More than 90 participants from around the world joined in the FIH Quality Programme webinar, led by Alastair Cox, the FIH Facilities and Quality Programme Manager.
Among the key messages to emerge from the two-hour presentation was the continued development of, and plans for, Hockey5s; the drive towards pitch options that reduced or removed the need for water; and the importance of continuing to update, review and then implement quality standards across a growing range of equipment and facilities. In other words, the main drivers for Cox and his team is to lead and guide both customers and suppliers towards ever higher levels of sustainability, cost effectiveness and safety awareness.
Just as the audience reflected a global audience, so too does the FIH Quality Programme’s sphere of influence. While the pandemic has reduced the number of products that were approved this year by a third, the spread of certified hockey fields still covers all continents.
While the pandemic might have restricted or halted physical work on facilities and subsequent certification, the FIH Quality Programme has been busy expanding its reach and developing its message.
The Quality Programme now goes beyond quality facilities to include FIH Approved Field Equipment, including: hockey goals, Technical Officials’ booth, team shelters, rebound boards for Hockey5s, indoor hockey sideboards and indoor hockey goals.
The FIH has also worked with Loughborough University to develop categories of hockey balls, with top quality balls, known as Global Category Balls, for international, top tier events; and a National Category Ball for lower level internationals and elite club matches and training.
As with the FIH Approved Hockey Turfs, Approved Field Equipment recognises high quality sports equipment that performs well, is safe to use, has good durability and is produced by quality manufacturers. The existence of such standards provides reassurance to the market place and ensures equipment meets the needs from international to community hockey provision.
Joining Cox for the presentation was FIH Sport and Development Director Jon Wyatt, who started his presentation by acknowledging what a challenging time the global hockey community had been living through.
Because of the stop, start nature of international competition throughout 2020, Wyatt said the next three years would be very busy. The usual four-year Olympic cycle, leading into Paris 2024, would be a three-year cycle and within that time frame all the other competitions, including the men’s and women’s World Cups and continental championships, would need to be accommodated.
“Hockey is fortunate”, said Wyatt, “That, unlike many sports, we know the teams that will be competing in Tokyo. Several sports have yet to hold their qualifying events. At least our nations and athletes know they have qualified and can prepare accordingly.”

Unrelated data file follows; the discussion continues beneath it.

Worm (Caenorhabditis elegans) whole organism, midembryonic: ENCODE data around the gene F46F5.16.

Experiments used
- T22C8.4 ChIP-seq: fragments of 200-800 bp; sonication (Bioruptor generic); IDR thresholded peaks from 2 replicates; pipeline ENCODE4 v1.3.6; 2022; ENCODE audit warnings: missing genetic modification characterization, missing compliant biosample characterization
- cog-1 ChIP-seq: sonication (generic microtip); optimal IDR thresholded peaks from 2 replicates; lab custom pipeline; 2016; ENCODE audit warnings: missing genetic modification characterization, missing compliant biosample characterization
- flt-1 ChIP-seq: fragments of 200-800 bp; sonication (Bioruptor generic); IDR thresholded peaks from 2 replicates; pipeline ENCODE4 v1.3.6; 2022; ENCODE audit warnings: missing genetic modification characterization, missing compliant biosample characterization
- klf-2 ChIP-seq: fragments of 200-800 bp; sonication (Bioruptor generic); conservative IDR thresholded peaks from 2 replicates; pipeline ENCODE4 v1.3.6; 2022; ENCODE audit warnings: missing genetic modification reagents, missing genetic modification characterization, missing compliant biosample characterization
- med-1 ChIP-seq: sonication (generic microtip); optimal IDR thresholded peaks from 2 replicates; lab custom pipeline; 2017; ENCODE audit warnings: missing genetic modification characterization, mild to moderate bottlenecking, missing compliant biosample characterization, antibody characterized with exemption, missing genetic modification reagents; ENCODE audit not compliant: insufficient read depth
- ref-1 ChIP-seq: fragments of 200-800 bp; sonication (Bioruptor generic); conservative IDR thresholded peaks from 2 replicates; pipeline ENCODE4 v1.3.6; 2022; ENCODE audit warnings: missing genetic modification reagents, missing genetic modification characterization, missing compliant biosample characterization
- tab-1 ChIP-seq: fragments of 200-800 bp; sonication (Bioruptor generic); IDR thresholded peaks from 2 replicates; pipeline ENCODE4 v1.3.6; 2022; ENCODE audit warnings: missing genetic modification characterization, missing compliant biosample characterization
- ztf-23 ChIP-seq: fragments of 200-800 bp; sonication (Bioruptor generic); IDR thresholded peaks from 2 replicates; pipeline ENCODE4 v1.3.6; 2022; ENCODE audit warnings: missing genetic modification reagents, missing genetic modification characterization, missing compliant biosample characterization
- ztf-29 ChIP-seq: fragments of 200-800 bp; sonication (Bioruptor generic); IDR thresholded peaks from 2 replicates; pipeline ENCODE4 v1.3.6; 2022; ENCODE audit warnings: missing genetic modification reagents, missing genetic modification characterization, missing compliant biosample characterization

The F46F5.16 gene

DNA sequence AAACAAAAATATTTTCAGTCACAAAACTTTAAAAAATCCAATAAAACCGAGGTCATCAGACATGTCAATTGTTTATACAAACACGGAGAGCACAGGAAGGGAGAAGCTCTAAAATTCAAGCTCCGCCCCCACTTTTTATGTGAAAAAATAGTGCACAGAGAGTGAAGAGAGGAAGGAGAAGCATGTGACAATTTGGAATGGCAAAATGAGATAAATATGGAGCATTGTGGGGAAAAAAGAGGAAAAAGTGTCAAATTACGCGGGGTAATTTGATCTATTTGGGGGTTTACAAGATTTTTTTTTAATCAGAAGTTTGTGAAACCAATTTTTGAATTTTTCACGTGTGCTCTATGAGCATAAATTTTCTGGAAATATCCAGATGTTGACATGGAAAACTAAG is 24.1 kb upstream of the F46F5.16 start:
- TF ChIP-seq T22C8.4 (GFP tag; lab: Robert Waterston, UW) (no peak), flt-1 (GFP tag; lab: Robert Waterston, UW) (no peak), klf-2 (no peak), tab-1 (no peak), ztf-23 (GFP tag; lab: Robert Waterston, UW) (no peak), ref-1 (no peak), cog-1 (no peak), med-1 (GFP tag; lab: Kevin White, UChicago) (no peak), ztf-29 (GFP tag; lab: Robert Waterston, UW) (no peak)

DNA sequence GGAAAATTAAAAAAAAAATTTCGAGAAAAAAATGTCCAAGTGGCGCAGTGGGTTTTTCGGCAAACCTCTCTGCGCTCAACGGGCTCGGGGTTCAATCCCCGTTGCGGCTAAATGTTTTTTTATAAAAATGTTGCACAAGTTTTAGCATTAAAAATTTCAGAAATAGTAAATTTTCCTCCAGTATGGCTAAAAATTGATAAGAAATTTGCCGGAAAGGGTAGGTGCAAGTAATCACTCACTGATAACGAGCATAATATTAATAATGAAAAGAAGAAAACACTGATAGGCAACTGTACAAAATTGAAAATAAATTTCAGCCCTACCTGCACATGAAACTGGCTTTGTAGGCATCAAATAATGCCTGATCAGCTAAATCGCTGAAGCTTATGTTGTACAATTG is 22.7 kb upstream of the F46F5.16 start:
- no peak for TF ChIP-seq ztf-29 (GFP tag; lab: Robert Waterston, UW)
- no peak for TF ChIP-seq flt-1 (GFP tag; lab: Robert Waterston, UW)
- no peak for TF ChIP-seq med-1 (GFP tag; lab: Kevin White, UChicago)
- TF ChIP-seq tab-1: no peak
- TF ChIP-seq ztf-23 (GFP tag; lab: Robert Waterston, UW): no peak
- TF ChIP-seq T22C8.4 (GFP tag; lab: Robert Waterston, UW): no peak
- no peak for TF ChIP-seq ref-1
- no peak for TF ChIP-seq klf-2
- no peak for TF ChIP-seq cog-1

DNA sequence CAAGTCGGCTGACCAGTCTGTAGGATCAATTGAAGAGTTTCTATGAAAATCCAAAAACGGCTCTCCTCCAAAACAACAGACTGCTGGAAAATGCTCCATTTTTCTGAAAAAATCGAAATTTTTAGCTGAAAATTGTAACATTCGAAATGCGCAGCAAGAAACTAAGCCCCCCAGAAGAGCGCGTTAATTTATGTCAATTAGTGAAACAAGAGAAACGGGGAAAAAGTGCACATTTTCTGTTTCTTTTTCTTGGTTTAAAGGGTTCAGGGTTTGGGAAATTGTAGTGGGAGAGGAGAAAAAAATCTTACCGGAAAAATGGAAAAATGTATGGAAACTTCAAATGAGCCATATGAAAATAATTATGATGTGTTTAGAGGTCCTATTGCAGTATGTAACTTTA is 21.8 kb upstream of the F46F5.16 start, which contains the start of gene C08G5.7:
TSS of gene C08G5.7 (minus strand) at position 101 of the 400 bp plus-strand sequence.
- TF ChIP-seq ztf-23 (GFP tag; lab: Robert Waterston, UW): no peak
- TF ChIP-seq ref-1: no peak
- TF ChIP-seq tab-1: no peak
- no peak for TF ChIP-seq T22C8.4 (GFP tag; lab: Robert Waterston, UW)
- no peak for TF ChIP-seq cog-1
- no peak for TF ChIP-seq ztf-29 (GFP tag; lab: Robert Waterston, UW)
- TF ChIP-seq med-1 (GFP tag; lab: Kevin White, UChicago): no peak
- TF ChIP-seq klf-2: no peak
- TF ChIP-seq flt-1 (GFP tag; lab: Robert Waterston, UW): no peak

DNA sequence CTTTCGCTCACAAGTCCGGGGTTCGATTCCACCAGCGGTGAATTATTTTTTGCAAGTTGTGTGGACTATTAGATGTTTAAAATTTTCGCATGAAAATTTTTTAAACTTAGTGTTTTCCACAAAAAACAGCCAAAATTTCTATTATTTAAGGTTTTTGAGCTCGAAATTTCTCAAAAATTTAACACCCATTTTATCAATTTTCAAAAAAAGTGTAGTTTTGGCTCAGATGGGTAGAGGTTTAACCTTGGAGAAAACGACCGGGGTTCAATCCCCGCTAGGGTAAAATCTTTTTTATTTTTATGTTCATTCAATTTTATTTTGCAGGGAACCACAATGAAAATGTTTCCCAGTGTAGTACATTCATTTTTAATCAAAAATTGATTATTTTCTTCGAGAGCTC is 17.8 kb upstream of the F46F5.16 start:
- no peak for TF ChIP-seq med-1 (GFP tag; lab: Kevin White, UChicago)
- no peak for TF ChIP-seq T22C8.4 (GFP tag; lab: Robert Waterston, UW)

For the future, Wyatt spoke of the importance of HOCKEY5s for opening up the sport to a new audience. The attendees on the webinar were shown a mock-up of how a HOCKEY5s tournament in the centre of Lausanne might look.
“It’s a growing format, to complement the other formats.” said Wyatt. “It will attract new audiences, with showcase events played in iconic city venues. We are encouraging people to play it on any facility and any surface.”
Supporting the drive to encourage investment in HOCKEY5s facilities, new guidance documents are being produced and will be available soon on the FIH website.
Hockey5s is one way in which hockey can both encourage more participants and demonstrate its ability to adapt and become more sustainable. This, said the Sport and Development Director, was just one of many ways that hockey was pushing forwards in sustainability.
“There is such a lot of good activity already happening within hockey across all areas of Sustainability as defined by the IOC – Economic, Environmental and Social.” he said, “We now need to bring it all together, recognise this existing work, identify areas that we need to improve, set targets across all areas and report regularly against it.”
The final part of Wyatt’s message was around the transition from wet pitches to dry pitches in a bid to reduce water usage within the sport. The very clear message was that this would be a gradual transition and organisations that had just invested in wet pitch facilities would not be expected to transition until their pitch facilities reached the end of their natural life-span.
While the range of equipment and the vision for the future has been very much at the core of the work being done by Alastair Cox and his team, the marketing team of Marianela O’Mahony and Nais del Todesco have been getting creative around the marketing of the Quality Programme.
Looking for a way to modernise the logo and marketing of the programme, the team tapped into a rich colour palette that will become synonymous with the work of the Quality Programme. Hanging around the FIH traditional red and blue colour scheme, the marketing department have drawn on oranges, greens and purples to enhance the look and feel of the branding.
These colour schemes, which will extend across all social media channels as well as certificates, will serve the dual purpose of signposting aspects and categories within the Quality Programme as well as reflecting the dynamic, progressive and creative work being done to ensure hockey remains at the forefront of innovation and excellence. They will also feature prominently on the Quality Programme’s home page at .